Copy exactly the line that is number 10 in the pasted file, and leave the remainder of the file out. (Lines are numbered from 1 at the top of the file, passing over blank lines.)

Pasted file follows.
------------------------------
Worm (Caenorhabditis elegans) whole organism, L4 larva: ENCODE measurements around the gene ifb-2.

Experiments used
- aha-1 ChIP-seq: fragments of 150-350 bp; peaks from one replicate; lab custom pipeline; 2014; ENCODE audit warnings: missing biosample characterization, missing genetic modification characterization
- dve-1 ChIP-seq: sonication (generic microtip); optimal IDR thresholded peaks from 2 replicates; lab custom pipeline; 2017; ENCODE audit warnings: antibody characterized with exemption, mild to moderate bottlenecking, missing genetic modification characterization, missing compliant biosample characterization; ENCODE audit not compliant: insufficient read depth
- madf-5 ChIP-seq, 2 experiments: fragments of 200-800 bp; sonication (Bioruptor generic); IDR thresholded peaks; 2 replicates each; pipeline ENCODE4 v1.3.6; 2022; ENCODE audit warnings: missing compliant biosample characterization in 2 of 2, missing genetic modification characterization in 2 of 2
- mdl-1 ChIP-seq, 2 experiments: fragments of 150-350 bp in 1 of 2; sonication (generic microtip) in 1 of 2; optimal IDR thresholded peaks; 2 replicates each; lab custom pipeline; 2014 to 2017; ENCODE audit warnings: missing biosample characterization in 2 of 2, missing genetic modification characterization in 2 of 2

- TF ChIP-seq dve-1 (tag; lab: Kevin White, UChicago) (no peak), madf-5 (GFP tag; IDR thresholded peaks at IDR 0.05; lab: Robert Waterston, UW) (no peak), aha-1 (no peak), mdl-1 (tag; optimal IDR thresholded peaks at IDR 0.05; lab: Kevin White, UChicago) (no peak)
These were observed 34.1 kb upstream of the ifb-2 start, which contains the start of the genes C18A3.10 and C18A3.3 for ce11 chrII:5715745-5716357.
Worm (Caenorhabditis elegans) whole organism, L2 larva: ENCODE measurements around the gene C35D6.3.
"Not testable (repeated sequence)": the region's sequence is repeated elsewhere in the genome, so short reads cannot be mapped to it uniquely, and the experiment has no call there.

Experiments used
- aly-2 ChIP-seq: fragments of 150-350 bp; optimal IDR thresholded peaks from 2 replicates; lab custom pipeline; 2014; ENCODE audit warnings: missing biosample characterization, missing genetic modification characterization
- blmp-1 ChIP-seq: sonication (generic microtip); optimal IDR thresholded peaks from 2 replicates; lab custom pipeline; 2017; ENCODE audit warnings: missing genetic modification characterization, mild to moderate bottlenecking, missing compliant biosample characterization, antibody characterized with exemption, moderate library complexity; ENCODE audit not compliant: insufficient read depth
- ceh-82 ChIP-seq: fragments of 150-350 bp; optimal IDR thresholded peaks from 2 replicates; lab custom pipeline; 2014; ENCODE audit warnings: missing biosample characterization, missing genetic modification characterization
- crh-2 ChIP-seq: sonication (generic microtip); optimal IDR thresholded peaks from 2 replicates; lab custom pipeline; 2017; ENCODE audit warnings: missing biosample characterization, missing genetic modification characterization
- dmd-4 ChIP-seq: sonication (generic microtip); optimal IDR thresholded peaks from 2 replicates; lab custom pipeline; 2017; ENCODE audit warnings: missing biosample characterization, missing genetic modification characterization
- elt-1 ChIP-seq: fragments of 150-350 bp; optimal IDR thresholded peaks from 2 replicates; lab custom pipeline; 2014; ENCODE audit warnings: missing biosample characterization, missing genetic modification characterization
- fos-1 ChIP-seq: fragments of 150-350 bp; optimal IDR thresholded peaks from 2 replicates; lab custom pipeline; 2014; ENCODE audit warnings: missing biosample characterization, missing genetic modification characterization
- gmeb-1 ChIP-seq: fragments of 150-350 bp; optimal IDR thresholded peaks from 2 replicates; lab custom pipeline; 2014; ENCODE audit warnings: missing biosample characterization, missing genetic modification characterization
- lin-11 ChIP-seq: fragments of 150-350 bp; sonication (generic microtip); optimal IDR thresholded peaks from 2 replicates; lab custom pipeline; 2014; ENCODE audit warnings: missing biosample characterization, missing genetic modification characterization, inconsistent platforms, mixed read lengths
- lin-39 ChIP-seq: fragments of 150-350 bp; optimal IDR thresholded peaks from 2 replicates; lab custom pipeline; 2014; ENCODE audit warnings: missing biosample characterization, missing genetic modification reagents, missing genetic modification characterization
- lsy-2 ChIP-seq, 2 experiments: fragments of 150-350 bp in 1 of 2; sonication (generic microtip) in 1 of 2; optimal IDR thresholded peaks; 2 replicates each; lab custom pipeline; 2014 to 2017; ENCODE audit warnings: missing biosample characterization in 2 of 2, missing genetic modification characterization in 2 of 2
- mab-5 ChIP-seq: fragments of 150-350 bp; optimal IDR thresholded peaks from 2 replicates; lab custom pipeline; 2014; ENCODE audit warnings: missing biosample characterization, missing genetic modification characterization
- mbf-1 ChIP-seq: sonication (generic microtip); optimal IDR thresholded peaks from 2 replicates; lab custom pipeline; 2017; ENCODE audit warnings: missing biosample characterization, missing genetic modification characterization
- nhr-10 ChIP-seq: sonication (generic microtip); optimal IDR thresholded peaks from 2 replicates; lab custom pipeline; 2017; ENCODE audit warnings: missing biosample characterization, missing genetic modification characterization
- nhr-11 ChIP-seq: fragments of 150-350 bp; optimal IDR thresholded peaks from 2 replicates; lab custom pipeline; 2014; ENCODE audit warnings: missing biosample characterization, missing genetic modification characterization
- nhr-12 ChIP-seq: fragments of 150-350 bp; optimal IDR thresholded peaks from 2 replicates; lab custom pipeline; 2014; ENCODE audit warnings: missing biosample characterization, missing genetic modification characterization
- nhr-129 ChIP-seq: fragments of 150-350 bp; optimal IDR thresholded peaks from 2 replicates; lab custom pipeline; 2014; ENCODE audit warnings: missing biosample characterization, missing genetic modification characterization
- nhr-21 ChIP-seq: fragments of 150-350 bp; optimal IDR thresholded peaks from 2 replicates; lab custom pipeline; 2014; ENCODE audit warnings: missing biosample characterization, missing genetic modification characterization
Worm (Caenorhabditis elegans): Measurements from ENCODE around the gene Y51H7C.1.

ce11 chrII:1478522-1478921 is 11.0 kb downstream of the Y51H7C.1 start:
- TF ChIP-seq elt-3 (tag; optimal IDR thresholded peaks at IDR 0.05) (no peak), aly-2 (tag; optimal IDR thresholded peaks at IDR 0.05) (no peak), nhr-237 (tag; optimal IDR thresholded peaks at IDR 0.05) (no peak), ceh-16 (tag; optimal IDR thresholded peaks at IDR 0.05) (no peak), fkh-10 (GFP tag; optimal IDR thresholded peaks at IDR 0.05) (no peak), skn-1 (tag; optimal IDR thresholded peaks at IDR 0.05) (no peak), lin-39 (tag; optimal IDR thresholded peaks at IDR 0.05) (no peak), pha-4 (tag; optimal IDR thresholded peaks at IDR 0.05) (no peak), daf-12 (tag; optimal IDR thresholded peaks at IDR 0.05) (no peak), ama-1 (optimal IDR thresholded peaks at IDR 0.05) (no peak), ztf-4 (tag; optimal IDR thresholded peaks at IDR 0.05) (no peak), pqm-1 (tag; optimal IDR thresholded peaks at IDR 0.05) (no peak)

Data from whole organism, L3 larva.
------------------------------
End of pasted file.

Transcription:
"Not testable (repeated sequence)": the region's sequence is repeated elsewhere in the genome, so short reads cannot be mapped to it uniquely, and the experiment has no call there.